2 years ago, if a man suddenly appeared and said that he came from the future, talking about a virus that would change our whole life, lock us in houses, and kill nearly 10 thousand people every day, would we listen to him or would we say he was crazy?
Terry Gilliam’s 1995 science fiction movie makes the audience ask this question. With the death of most of the world’s population due to a virus that appears in the movie in 1996, and the rest begin to live underground, our hero James Cole is sent back to 1996 to find out how the virus emerged.
With the successful acting of Bruce Willis, Madeliene Stowe, Brad Pitt, Cristopher Plummer, and David Morse combined with the right-minded critiques of the functioning of the capitalist world, the contradictions of modern life, the relativity of time, the film could easily be placed among the sci-fi classics, with an IMDB point of 8.
It is even more interesting to watch the movie, in our current situation. Perhaps a rather apocalyptic future world order portrayed in the film seems much closer now. The question is, would we rely on someone from the future who supposedly came to help us when there are so many anti-mask and vaccines even in the present world?
The Novel of a Scientist: Mustafa İnan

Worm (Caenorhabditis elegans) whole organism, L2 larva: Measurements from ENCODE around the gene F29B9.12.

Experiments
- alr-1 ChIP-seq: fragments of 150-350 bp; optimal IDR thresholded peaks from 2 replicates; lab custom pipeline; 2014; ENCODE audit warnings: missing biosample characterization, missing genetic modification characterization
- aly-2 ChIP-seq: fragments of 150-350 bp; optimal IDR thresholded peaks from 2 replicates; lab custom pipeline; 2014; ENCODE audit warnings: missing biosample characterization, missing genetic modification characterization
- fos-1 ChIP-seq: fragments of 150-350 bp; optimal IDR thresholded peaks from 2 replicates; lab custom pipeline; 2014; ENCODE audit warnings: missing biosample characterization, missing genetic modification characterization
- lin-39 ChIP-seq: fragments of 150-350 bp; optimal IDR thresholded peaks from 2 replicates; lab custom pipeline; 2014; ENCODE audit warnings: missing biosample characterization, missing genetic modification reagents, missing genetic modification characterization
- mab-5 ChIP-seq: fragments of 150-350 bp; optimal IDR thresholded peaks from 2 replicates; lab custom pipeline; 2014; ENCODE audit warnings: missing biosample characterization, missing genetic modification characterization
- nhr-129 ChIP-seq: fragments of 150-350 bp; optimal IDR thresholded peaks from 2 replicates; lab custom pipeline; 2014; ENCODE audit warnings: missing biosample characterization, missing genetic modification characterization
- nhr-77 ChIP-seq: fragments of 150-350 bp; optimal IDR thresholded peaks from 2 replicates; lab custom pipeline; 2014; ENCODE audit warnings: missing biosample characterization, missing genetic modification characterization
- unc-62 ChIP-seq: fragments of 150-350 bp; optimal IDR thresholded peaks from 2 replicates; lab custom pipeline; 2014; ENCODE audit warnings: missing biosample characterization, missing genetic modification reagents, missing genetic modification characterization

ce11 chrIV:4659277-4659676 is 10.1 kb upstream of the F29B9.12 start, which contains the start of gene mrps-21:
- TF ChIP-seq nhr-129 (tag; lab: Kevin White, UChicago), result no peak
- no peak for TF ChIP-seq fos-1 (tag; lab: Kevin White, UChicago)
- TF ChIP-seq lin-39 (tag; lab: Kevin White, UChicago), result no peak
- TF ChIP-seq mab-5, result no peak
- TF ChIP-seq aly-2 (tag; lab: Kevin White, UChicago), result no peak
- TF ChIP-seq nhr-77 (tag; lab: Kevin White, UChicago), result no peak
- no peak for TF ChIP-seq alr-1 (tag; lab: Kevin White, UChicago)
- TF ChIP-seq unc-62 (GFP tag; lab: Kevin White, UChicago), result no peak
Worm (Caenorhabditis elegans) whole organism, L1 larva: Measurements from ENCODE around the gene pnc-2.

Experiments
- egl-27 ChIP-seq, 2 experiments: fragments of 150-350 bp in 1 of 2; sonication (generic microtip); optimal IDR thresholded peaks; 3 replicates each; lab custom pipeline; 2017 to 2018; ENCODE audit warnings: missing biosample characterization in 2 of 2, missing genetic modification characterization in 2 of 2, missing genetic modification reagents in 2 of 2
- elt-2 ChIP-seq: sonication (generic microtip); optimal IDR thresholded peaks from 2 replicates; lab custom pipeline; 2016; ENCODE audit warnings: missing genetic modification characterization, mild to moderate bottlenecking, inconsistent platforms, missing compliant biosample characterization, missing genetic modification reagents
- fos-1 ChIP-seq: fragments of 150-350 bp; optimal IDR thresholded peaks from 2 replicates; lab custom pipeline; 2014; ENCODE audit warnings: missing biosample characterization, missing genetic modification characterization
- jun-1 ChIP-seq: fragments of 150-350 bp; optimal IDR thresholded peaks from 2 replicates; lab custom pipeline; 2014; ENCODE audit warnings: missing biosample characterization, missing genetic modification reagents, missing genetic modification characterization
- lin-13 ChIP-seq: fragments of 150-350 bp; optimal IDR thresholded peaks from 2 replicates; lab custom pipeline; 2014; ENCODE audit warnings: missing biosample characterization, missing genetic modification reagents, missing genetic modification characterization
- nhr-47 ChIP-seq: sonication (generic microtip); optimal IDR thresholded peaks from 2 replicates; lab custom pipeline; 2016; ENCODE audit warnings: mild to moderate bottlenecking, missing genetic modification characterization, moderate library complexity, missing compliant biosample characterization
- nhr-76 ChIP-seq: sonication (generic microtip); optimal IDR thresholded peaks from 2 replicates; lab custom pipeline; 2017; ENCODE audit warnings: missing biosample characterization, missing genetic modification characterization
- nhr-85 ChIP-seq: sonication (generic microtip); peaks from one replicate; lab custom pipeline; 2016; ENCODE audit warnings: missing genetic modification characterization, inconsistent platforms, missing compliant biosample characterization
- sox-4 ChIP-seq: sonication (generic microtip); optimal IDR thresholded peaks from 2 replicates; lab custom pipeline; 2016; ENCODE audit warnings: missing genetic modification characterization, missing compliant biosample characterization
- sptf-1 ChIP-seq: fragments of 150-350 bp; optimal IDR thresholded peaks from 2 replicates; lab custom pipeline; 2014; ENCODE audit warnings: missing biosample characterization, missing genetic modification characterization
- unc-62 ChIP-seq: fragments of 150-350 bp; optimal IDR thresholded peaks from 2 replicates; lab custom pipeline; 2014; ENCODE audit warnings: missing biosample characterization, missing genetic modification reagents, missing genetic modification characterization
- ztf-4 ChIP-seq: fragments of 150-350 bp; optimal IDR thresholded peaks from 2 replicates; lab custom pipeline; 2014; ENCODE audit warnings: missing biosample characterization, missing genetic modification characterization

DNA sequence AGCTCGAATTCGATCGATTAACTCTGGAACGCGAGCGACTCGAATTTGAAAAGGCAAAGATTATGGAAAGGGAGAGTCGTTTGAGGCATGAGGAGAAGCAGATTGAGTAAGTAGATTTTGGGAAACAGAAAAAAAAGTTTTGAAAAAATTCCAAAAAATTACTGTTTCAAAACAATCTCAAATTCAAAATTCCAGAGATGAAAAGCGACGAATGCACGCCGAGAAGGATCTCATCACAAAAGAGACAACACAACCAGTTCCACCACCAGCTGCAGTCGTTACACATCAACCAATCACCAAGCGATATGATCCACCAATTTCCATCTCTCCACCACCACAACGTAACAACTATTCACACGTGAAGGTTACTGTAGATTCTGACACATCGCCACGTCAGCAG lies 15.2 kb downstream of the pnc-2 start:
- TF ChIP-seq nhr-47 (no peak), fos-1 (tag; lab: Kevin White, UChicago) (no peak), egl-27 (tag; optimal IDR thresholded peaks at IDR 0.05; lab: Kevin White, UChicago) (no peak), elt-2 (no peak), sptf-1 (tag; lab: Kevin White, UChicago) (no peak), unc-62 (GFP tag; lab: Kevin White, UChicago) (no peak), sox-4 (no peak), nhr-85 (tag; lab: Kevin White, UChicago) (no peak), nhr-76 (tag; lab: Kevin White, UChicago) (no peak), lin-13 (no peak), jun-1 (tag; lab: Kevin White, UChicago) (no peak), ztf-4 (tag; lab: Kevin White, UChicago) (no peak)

A few years after his death, TÜBİTAK requested Oğuz Atay to write a biography for Mustafa İnan, one of the pioneers of his time in the field of applied and theoretical mechanics and one of the founders of TÜBİTAK. It can be said that Oğuz Atay put all his heart into this biography. The book is more fluid, novel-like than an endless biography as if one were chatting with Mustafa Inan.
Atay tells about someone who has devoted his life to science, rather than a passenger. It is the challenging adventure of a small-town child born into the First World War, amid internal turmoil, becoming an internationally renowned scientist.
By telling the story of a scientist, coming from our culture, Oğuz Atay also critiques internalized social patterns of our culture. The reader is nudged to act, to leave a mark in this world, to go on his own adventure when the book finishes.